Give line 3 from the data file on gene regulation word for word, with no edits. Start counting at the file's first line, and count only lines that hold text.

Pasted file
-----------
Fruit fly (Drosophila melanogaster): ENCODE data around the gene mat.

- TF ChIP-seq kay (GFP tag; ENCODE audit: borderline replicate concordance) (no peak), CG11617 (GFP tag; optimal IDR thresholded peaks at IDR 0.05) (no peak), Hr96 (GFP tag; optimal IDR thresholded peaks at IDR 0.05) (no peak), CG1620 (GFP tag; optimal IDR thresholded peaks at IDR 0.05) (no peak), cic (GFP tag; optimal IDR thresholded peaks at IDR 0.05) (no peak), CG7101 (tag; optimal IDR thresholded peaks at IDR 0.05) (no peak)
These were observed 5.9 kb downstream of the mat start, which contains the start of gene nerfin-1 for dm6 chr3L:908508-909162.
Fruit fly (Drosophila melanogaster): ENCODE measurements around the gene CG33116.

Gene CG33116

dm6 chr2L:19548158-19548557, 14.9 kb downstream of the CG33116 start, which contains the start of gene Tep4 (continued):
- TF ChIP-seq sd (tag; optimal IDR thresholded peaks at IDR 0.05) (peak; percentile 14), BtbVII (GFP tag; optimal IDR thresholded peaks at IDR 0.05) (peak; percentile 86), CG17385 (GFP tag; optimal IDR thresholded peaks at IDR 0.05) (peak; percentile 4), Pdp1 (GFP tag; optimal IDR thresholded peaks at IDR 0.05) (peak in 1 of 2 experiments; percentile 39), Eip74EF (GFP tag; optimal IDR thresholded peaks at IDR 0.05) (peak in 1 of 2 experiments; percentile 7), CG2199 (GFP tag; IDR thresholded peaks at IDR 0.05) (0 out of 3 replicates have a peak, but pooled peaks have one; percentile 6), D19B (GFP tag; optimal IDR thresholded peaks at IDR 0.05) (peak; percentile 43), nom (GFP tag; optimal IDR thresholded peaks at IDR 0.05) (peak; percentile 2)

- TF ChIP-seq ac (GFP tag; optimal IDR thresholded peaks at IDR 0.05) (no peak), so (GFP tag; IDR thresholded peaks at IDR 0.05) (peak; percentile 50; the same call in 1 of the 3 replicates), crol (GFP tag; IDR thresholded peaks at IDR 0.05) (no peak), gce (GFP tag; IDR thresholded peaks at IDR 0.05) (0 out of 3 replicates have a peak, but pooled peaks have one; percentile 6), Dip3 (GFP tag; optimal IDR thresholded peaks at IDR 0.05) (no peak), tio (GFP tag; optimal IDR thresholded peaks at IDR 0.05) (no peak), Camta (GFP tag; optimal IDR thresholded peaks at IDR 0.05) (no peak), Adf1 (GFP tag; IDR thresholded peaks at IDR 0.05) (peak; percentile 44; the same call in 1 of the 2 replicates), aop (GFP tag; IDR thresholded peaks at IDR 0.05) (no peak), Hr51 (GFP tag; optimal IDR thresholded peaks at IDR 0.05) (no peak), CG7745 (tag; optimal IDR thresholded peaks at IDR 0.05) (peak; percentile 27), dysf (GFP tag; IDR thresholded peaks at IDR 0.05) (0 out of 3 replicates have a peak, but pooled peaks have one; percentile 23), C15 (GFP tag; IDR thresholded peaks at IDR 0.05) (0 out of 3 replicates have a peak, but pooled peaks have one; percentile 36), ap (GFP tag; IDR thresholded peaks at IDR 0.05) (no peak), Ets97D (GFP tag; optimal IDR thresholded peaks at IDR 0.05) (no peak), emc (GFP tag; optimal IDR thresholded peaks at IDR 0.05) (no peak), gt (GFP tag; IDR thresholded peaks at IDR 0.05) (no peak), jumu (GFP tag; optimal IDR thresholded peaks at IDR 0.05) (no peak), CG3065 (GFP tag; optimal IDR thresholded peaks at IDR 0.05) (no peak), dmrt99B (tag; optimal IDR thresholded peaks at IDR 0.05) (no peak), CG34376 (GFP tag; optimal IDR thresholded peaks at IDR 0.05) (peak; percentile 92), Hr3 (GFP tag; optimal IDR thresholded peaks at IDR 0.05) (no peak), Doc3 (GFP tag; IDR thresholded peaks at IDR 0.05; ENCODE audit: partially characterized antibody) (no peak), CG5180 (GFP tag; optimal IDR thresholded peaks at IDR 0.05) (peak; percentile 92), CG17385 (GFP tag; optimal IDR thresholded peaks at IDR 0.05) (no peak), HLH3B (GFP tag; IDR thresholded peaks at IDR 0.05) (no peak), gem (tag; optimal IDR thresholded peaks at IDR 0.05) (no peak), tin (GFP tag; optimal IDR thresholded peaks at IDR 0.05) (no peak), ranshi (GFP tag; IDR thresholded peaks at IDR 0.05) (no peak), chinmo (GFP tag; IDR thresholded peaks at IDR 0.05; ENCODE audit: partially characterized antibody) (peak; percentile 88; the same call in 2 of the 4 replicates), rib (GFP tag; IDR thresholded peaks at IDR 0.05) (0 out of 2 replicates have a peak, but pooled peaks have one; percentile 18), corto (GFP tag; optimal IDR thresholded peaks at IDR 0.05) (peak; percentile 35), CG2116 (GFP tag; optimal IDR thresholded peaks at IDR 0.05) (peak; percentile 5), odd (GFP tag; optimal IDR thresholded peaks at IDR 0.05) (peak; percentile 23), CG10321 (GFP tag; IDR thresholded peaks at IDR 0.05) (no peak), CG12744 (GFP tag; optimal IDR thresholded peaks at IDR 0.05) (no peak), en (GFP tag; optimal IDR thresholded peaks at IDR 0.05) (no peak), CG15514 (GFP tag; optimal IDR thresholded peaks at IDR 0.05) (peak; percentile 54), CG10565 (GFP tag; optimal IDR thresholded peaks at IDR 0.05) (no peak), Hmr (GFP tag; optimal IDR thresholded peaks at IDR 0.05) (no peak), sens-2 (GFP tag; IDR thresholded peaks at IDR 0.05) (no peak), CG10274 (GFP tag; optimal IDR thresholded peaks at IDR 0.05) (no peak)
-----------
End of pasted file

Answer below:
These were observed 5.9 kb downstream of the mat start, which contains the start of gene nerfin-1 for dm6 chr3L:908508-909162.